James Hamilton Lewis served the state of Washington in the U.S. House of Representatives, and the state of Illinois in the U.S. Senate. Born in Danville, Virginia, Lewis spent most of his youth in Georgia. In 1885, however, he left the South and moved to Seattle, where he established a law practice and became active in territorial politics. After Washington's admission to the Union, Lewis was elected in 1896 to the U.S. House of Representatives. There he argued for recognition of Cuba's independence and for the establishment of the Mount Rainier area as a national park.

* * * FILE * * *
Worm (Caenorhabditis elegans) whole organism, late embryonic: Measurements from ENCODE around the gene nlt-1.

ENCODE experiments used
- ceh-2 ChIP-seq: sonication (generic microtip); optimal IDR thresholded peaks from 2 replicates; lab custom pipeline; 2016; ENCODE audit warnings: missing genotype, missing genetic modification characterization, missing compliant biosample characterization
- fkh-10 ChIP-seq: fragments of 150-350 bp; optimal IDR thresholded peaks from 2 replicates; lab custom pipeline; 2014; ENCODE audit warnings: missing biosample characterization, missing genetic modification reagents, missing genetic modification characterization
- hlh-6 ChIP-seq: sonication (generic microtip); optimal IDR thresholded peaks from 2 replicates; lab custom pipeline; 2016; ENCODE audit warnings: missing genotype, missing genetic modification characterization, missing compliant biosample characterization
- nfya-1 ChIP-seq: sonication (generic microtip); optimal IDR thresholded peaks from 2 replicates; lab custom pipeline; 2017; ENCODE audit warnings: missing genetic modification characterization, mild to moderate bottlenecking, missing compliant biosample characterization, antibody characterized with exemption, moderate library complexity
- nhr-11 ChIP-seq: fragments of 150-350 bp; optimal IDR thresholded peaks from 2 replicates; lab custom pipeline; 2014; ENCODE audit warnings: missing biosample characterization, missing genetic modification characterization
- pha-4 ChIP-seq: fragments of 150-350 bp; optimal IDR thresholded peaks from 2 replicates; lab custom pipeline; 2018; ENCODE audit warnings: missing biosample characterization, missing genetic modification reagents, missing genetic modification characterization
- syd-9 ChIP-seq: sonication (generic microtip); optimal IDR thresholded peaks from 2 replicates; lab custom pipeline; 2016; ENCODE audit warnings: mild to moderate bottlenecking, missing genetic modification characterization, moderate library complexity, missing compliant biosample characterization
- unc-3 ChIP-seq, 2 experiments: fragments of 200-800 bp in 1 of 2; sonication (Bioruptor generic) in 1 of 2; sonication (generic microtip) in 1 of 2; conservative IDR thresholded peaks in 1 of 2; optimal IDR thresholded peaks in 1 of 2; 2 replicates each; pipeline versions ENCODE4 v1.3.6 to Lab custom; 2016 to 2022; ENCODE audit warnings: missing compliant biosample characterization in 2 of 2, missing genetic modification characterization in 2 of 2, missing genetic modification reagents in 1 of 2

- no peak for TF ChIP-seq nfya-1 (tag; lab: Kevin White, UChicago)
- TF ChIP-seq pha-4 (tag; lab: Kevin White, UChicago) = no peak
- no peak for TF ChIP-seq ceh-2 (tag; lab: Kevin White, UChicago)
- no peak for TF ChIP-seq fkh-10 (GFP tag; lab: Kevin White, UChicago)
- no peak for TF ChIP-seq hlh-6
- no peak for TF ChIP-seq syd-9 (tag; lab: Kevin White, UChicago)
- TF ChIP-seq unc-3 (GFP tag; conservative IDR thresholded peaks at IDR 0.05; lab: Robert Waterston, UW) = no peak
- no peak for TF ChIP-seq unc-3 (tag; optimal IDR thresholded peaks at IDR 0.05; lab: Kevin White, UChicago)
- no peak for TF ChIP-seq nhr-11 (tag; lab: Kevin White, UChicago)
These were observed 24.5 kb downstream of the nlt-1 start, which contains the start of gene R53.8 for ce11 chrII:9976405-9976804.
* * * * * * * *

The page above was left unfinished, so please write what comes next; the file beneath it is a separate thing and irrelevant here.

After losing both his congressional seat in 1898 and a subsequent bid for the U.S. Senate, Lewis moved to Chicago, where he once again became active in Democratic politics. In 1913 he was elected to the U.S. Senate from Illinois, the last senator chosen by that state legislature before the ratification of the 17th Amendment, which provided for the direct election of senators. Lewis became the first Democratic whip of the Senate. He was defeated at the end of his first term but won another term in 1930 and was reelected in 1936. Lewis resumed his role as party whip during his second and third terms. He was an authority on the U.S. Constitution and on foreign affairs, and a skillful legislative tactician. Lewis stood out among his contemporaries for his eloquent oratory and courtly manner. He died in office; his funeral service was held in the Senate Chamber.